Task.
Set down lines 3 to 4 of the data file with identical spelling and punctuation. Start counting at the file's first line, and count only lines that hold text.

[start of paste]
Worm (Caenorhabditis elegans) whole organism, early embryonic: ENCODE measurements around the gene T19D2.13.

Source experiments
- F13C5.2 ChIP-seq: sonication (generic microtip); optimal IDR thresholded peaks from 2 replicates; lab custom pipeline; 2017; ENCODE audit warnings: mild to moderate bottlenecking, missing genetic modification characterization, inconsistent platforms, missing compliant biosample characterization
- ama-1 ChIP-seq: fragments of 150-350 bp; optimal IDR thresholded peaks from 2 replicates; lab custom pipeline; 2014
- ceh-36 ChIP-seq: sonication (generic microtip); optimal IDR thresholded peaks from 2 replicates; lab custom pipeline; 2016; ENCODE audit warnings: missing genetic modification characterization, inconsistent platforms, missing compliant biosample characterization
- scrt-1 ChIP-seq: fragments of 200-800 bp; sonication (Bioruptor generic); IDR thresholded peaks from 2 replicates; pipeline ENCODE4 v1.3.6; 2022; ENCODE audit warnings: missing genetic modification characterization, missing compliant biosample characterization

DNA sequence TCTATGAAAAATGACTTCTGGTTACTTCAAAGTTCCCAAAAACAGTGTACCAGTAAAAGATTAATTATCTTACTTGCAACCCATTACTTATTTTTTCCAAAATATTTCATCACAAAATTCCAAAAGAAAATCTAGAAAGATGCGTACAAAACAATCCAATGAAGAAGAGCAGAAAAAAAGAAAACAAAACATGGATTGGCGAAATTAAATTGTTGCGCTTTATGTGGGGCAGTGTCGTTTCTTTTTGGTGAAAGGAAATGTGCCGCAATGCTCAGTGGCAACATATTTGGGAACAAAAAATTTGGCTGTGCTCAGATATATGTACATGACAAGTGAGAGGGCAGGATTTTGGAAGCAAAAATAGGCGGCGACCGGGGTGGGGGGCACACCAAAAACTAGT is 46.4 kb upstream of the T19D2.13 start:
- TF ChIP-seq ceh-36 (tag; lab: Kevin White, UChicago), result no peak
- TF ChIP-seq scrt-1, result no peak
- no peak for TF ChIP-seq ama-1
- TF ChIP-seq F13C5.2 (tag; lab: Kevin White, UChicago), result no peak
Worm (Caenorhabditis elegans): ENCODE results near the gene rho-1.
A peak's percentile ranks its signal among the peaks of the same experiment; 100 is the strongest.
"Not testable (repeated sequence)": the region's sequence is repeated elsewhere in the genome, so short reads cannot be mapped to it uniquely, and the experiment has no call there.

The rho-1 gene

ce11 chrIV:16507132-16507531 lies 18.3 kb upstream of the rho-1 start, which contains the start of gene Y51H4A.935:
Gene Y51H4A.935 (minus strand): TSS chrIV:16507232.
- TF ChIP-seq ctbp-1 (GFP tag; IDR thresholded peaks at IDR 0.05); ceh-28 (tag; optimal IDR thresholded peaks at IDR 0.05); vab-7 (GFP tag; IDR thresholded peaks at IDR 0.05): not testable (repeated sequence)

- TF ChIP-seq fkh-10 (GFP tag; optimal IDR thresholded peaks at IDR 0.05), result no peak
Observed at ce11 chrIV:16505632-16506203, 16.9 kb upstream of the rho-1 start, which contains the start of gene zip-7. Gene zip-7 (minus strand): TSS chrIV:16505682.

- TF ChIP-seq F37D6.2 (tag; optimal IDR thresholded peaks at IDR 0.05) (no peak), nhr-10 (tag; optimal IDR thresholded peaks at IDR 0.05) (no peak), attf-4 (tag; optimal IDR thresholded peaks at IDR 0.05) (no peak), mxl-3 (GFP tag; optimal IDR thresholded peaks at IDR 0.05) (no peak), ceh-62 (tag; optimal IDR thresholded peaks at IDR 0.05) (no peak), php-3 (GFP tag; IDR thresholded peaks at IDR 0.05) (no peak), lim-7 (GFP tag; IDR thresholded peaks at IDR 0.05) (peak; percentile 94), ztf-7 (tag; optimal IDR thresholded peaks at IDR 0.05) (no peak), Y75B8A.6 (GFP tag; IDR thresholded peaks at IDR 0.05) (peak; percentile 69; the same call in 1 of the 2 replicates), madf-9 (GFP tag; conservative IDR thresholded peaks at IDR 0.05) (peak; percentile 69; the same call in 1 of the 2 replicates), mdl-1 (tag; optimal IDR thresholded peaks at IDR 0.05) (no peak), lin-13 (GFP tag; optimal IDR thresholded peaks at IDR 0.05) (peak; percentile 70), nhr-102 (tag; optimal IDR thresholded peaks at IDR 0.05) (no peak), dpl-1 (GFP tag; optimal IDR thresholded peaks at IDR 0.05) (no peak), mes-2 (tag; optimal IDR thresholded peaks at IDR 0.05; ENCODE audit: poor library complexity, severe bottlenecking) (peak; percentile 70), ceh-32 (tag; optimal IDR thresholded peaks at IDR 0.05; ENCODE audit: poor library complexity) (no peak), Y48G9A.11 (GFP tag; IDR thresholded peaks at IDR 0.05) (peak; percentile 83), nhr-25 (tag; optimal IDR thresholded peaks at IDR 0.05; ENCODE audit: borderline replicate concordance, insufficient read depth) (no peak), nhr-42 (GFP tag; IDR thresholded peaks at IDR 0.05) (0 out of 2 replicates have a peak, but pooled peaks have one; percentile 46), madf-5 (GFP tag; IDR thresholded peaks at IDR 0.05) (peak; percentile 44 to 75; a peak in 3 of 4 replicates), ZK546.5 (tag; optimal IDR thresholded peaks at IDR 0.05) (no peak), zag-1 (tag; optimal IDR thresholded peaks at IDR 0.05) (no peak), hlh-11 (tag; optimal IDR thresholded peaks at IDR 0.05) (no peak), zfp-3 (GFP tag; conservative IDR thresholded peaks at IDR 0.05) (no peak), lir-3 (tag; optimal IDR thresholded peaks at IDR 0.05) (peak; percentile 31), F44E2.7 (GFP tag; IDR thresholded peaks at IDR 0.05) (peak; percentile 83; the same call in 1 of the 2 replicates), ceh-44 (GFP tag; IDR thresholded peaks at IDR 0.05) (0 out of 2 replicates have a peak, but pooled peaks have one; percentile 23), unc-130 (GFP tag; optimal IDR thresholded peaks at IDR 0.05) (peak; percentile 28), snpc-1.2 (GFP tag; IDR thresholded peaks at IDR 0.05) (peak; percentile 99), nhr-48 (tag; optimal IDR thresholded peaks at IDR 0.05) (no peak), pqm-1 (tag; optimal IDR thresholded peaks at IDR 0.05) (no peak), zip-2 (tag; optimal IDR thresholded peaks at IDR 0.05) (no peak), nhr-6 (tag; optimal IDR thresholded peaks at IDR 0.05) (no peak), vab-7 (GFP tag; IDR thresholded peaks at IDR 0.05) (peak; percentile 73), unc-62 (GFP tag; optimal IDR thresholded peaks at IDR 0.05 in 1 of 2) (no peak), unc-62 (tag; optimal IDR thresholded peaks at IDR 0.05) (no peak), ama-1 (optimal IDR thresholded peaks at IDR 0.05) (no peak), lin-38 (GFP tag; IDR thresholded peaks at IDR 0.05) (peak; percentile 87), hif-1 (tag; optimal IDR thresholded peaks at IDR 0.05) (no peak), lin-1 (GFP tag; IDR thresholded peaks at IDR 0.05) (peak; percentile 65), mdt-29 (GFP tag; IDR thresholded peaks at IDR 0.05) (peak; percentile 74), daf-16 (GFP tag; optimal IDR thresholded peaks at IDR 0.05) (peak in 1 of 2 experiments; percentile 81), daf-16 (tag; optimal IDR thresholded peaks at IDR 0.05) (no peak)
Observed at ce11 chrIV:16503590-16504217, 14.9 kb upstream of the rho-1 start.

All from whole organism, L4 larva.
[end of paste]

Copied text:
- F13C5.2 ChIP-seq: sonication (generic microtip); optimal IDR thresholded peaks from 2 replicates; lab custom pipeline; 2017; ENCODE audit warnings: mild to moderate bottlenecking, missing genetic modification characterization, inconsistent platforms, missing compliant biosample characterization
- ama-1 ChIP-seq: fragments of 150-350 bp; optimal IDR thresholded peaks from 2 replicates; lab custom pipeline; 2014